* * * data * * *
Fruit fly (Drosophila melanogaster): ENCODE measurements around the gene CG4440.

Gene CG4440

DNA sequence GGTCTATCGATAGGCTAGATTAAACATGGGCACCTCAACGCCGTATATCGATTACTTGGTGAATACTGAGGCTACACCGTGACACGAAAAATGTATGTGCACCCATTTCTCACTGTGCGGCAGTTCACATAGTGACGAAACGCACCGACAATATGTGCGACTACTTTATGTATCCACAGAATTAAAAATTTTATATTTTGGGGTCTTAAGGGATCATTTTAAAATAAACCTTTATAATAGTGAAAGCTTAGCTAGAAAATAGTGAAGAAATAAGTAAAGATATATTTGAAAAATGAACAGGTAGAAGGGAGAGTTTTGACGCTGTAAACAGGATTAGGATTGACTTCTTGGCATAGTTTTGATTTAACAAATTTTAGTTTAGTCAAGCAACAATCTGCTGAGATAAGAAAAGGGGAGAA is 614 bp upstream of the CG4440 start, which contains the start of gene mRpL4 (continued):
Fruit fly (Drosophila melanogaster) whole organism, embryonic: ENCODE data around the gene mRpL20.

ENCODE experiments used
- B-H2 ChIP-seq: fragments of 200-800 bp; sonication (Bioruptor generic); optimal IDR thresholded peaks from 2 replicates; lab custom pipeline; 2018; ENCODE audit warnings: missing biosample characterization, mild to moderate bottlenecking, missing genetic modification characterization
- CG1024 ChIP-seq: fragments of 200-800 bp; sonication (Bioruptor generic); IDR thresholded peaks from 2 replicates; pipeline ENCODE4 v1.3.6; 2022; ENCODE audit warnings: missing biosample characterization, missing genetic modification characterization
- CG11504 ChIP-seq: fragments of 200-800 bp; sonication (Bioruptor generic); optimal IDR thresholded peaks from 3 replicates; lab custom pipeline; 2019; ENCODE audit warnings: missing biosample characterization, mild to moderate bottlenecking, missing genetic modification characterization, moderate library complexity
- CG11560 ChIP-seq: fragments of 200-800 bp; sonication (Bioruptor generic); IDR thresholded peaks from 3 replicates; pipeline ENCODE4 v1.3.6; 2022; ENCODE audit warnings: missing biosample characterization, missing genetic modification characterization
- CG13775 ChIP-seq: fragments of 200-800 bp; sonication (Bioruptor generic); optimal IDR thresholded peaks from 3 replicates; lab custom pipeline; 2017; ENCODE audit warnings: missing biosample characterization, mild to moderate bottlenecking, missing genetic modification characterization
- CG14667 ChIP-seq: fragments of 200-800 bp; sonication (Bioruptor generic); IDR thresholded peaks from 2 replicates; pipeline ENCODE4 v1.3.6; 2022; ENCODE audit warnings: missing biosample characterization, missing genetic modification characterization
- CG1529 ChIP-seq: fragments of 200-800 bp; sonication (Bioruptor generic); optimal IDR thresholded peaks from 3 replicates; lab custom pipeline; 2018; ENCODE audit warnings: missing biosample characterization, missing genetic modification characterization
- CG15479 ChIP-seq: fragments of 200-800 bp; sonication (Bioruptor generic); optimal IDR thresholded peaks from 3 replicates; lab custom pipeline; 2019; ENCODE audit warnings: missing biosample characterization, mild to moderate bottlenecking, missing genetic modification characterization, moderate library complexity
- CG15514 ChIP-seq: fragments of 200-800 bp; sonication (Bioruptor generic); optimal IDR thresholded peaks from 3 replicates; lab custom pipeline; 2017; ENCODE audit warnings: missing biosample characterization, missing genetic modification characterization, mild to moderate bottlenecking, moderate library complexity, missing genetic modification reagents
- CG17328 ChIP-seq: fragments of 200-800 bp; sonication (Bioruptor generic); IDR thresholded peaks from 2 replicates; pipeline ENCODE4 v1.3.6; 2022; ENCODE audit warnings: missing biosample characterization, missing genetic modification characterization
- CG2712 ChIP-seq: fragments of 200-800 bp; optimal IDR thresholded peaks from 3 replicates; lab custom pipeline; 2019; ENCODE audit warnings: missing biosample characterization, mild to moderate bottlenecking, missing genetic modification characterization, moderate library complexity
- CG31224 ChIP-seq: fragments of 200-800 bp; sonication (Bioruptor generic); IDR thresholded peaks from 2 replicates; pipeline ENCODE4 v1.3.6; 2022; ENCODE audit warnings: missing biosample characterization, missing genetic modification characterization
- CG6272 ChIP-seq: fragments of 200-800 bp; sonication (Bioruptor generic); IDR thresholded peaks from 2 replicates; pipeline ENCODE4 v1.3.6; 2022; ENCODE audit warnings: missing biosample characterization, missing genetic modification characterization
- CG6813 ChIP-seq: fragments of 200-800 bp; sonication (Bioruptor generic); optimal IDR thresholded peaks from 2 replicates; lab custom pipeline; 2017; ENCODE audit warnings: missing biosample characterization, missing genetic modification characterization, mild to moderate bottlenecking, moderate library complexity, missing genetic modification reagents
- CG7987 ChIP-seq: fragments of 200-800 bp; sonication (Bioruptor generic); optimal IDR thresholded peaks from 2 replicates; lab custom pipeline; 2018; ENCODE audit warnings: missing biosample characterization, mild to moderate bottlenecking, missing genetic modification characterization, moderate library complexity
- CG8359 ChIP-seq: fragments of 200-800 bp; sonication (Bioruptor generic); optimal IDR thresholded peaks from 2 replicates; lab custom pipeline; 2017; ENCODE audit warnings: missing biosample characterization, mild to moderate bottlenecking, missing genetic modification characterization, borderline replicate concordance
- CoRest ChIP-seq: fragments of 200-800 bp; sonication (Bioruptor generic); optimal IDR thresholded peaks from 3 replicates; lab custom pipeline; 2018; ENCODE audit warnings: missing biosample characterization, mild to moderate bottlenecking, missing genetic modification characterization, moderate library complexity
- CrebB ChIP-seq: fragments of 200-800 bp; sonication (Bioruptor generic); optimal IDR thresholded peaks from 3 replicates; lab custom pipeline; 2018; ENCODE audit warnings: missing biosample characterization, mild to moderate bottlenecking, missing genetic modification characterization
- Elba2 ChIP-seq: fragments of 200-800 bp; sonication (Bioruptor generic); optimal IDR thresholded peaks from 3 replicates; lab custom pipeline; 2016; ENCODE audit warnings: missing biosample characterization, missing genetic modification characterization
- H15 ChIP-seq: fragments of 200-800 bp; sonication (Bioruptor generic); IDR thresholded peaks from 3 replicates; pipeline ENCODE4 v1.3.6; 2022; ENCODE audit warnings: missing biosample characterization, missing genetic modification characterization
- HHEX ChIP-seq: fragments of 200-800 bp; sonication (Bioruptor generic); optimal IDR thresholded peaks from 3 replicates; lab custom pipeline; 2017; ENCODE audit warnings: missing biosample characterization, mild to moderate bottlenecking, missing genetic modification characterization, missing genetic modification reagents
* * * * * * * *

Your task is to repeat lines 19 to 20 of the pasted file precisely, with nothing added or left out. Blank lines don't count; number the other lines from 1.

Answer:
- CG6813 ChIP-seq: fragments of 200-800 bp; sonication (Bioruptor generic); optimal IDR thresholded peaks from 2 replicates; lab custom pipeline; 2017; ENCODE audit warnings: missing biosample characterization, missing genetic modification characterization, mild to moderate bottlenecking, moderate library complexity, missing genetic modification reagents
- CG7987 ChIP-seq: fragments of 200-800 bp; sonication (Bioruptor generic); optimal IDR thresholded peaks from 2 replicates; lab custom pipeline; 2018; ENCODE audit warnings: missing biosample characterization, mild to moderate bottlenecking, missing genetic modification characterization, moderate library complexity